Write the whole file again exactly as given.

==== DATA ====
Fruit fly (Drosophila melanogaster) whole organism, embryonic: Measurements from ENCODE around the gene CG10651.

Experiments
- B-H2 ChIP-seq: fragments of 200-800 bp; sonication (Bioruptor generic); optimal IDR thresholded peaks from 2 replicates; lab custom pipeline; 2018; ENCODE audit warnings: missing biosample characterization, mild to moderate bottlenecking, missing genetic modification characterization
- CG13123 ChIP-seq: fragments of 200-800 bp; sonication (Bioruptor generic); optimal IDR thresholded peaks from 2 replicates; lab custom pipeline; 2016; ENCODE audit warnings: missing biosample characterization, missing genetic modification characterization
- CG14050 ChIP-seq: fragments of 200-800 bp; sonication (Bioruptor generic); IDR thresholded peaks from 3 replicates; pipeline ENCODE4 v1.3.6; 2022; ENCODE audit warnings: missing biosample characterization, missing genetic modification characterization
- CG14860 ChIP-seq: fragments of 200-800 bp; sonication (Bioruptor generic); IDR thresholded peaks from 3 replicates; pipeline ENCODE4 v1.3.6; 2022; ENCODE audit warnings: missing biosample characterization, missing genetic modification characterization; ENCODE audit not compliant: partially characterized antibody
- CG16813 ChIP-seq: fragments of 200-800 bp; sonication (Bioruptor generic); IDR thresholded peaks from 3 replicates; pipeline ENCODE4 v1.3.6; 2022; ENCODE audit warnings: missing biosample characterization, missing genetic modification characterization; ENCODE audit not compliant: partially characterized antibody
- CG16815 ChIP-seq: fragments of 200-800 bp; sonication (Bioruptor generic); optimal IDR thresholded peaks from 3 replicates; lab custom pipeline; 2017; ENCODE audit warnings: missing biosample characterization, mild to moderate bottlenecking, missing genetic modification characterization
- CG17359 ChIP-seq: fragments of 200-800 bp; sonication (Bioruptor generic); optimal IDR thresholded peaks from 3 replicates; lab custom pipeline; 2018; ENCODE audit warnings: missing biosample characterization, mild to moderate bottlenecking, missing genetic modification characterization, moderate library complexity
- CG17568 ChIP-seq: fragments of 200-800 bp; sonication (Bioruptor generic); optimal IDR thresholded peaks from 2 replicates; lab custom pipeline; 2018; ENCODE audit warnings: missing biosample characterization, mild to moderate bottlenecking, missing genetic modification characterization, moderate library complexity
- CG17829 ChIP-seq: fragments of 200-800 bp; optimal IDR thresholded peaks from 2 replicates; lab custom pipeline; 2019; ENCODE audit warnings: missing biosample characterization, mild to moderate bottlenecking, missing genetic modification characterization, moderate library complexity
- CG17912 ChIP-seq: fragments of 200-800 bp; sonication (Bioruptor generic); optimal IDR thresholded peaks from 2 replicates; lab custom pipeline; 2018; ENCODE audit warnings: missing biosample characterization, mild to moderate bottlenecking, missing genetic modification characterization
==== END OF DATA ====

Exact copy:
Fruit fly (Drosophila melanogaster) whole organism, embryonic: Measurements from ENCODE around the gene CG10651.

Experiments
- B-H2 ChIP-seq: fragments of 200-800 bp; sonication (Bioruptor generic); optimal IDR thresholded peaks from 2 replicates; lab custom pipeline; 2018; ENCODE audit warnings: missing biosample characterization, mild to moderate bottlenecking, missing genetic modification characterization
- CG13123 ChIP-seq: fragments of 200-800 bp; sonication (Bioruptor generic); optimal IDR thresholded peaks from 2 replicates; lab custom pipeline; 2016; ENCODE audit warnings: missing biosample characterization, missing genetic modification characterization
- CG14050 ChIP-seq: fragments of 200-800 bp; sonication (Bioruptor generic); IDR thresholded peaks from 3 replicates; pipeline ENCODE4 v1.3.6; 2022; ENCODE audit warnings: missing biosample characterization, missing genetic modification characterization
- CG14860 ChIP-seq: fragments of 200-800 bp; sonication (Bioruptor generic); IDR thresholded peaks from 3 replicates; pipeline ENCODE4 v1.3.6; 2022; ENCODE audit warnings: missing biosample characterization, missing genetic modification characterization; ENCODE audit not compliant: partially characterized antibody
- CG16813 ChIP-seq: fragments of 200-800 bp; sonication (Bioruptor generic); IDR thresholded peaks from 3 replicates; pipeline ENCODE4 v1.3.6; 2022; ENCODE audit warnings: missing biosample characterization, missing genetic modification characterization; ENCODE audit not compliant: partially characterized antibody
- CG16815 ChIP-seq: fragments of 200-800 bp; sonication (Bioruptor generic); optimal IDR thresholded peaks from 3 replicates; lab custom pipeline; 2017; ENCODE audit warnings: missing biosample characterization, mild to moderate bottlenecking, missing genetic modification characterization
- CG17359 ChIP-seq: fragments of 200-800 bp; sonication (Bioruptor generic); optimal IDR thresholded peaks from 3 replicates; lab custom pipeline; 2018; ENCODE audit warnings: missing biosample characterization, mild to moderate bottlenecking, missing genetic modification characterization, moderate library complexity
- CG17568 ChIP-seq: fragments of 200-800 bp; sonication (Bioruptor generic); optimal IDR thresholded peaks from 2 replicates; lab custom pipeline; 2018; ENCODE audit warnings: missing biosample characterization, mild to moderate bottlenecking, missing genetic modification characterization, moderate library complexity
- CG17829 ChIP-seq: fragments of 200-800 bp; optimal IDR thresholded peaks from 2 replicates; lab custom pipeline; 2019; ENCODE audit warnings: missing biosample characterization, mild to moderate bottlenecking, missing genetic modification characterization, moderate library complexity
- CG17912 ChIP-seq: fragments of 200-800 bp; sonication (Bioruptor generic); optimal IDR thresholded peaks from 2 replicates; lab custom pipeline; 2018; ENCODE audit warnings: missing biosample characterization, mild to moderate bottlenecking, missing genetic modification characterization